Scholarship donors and recipients gathered to enjoy fellowship and interaction at this year’s Keck School of Medicine of USC annual Scholarship Luncheon held on Oct. 31 in the Harry and Celesta Pappas Quad.
The importance of scholarships in attracting top students and how students’ personal and professional lives had been affected by the gifts was the theme for the afternoon. Emcee Henri Ford, vice dean for medical education at the Keck School, noted that the generosity of donors helps the community and themselves.
“This luncheon gives you the chance to preview the fruits of your investment,” he said. “Seventy percent of Keck School graduates end up practicing in Southern California, and they will make a transformative difference in our society. They are the ones who will take care of you when you need them — it really is investing in your future.”
Keck School Dean Carmen A. Puliafito extolled the virtues of the most recent incoming class and praised its high level of academic achievement and ethnic diversity. However, he said, it is thanks to donor generosity that USC continues to attract the best and brightest.
“The character of medicine in the next 25 years will be determined by the character of medical students now. These are the leaders of medicine in our community and beyond,” Puliafito said. “Our admissions department has done a fantastic job of recruiting quality students, but we need your support to continue.”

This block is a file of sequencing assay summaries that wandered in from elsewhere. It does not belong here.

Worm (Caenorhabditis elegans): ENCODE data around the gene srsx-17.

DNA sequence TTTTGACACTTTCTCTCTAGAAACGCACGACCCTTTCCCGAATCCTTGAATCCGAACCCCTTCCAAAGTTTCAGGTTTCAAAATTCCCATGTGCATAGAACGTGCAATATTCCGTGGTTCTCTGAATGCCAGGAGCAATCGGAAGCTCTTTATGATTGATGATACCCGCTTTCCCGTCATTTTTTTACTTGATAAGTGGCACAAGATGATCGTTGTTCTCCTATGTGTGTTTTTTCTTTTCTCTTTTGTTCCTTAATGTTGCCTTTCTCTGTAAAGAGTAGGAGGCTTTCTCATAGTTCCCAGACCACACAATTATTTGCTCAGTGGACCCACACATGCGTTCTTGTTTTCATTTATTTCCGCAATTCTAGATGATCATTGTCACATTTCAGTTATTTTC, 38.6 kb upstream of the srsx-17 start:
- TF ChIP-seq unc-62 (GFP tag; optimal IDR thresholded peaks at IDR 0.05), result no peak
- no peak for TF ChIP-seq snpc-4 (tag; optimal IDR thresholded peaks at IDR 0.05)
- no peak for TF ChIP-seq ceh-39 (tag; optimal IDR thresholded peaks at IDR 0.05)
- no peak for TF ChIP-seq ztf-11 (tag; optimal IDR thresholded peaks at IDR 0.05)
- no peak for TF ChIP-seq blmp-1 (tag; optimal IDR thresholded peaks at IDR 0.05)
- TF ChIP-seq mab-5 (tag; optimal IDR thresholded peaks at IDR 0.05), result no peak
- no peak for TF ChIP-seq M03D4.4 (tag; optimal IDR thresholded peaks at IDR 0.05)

Raquel Arias, associate dean for admissions, described the process of going through 7,222 candidate applications to fill the 186 student spots for this academic year. “I look for incoming students as amazing as the ones we already have, and I’m proud to speak to those who make it possible for me to get them,” she said.
Scholarship recipients played an active part in the celebration. During the luncheon, students gave small tokens of appreciation to the donors.
Second-year medical student Lynn Ngai performed a traditional Chinese piece on the erhu, a two-stringed Chinese violin. Ngai formed the Keck Music Society made up of medical students who play music for patients at the Los Angeles County+USC Medical Center and the USC Norris Comprehensive Cancer Center.
Fourth-year medical student Ali Arastu spoke of his first two years in medical school living on Los Angeles’ Skid Row when he went to medical school during the day and visited the homeless at night.
“I wanted to understand what the homeless went through,” Arastu explained. “I learned about the barriers they face getting access to health care. Despite how inspiring it was, it was also overwhelming. The faculty, resources and inspiration here have given me the skills and support to make a difference and help people.”